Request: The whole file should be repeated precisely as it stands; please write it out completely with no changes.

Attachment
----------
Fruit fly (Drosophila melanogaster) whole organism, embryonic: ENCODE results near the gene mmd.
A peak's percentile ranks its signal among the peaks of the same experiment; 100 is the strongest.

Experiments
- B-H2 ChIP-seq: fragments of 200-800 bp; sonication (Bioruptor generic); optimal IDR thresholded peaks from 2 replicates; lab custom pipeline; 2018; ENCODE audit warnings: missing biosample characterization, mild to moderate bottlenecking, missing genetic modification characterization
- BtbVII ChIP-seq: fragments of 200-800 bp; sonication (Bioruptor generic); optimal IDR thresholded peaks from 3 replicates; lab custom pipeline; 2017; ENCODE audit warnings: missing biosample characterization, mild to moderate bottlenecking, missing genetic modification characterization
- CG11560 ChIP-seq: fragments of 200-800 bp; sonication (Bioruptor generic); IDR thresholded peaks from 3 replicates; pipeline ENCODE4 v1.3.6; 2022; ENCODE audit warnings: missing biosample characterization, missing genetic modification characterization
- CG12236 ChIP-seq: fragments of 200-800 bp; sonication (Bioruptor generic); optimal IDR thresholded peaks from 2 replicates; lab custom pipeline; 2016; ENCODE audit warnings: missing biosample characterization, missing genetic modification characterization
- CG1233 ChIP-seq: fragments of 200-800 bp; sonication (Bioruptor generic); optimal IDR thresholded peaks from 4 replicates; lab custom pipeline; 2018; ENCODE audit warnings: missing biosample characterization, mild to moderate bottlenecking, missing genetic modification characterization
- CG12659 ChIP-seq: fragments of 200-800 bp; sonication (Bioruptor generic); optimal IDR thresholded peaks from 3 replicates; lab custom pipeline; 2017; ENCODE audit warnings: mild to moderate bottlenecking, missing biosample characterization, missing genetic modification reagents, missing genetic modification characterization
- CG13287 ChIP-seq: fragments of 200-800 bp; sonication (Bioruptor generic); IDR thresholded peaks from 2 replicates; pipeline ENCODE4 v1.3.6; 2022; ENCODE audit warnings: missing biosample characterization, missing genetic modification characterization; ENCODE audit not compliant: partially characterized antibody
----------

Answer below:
Fruit fly (Drosophila melanogaster) whole organism, embryonic: ENCODE results near the gene mmd.
A peak's percentile ranks its signal among the peaks of the same experiment; 100 is the strongest.

Experiments
- B-H2 ChIP-seq: fragments of 200-800 bp; sonication (Bioruptor generic); optimal IDR thresholded peaks from 2 replicates; lab custom pipeline; 2018; ENCODE audit warnings: missing biosample characterization, mild to moderate bottlenecking, missing genetic modification characterization
- BtbVII ChIP-seq: fragments of 200-800 bp; sonication (Bioruptor generic); optimal IDR thresholded peaks from 3 replicates; lab custom pipeline; 2017; ENCODE audit warnings: missing biosample characterization, mild to moderate bottlenecking, missing genetic modification characterization
- CG11560 ChIP-seq: fragments of 200-800 bp; sonication (Bioruptor generic); IDR thresholded peaks from 3 replicates; pipeline ENCODE4 v1.3.6; 2022; ENCODE audit warnings: missing biosample characterization, missing genetic modification characterization
- CG12236 ChIP-seq: fragments of 200-800 bp; sonication (Bioruptor generic); optimal IDR thresholded peaks from 2 replicates; lab custom pipeline; 2016; ENCODE audit warnings: missing biosample characterization, missing genetic modification characterization
- CG1233 ChIP-seq: fragments of 200-800 bp; sonication (Bioruptor generic); optimal IDR thresholded peaks from 4 replicates; lab custom pipeline; 2018; ENCODE audit warnings: missing biosample characterization, mild to moderate bottlenecking, missing genetic modification characterization
- CG12659 ChIP-seq: fragments of 200-800 bp; sonication (Bioruptor generic); optimal IDR thresholded peaks from 3 replicates; lab custom pipeline; 2017; ENCODE audit warnings: mild to moderate bottlenecking, missing biosample characterization, missing genetic modification reagents, missing genetic modification characterization
- CG13287 ChIP-seq: fragments of 200-800 bp; sonication (Bioruptor generic); IDR thresholded peaks from 2 replicates; pipeline ENCODE4 v1.3.6; 2022; ENCODE audit warnings: missing biosample characterization, missing genetic modification characterization; ENCODE audit not compliant: partially characterized antibody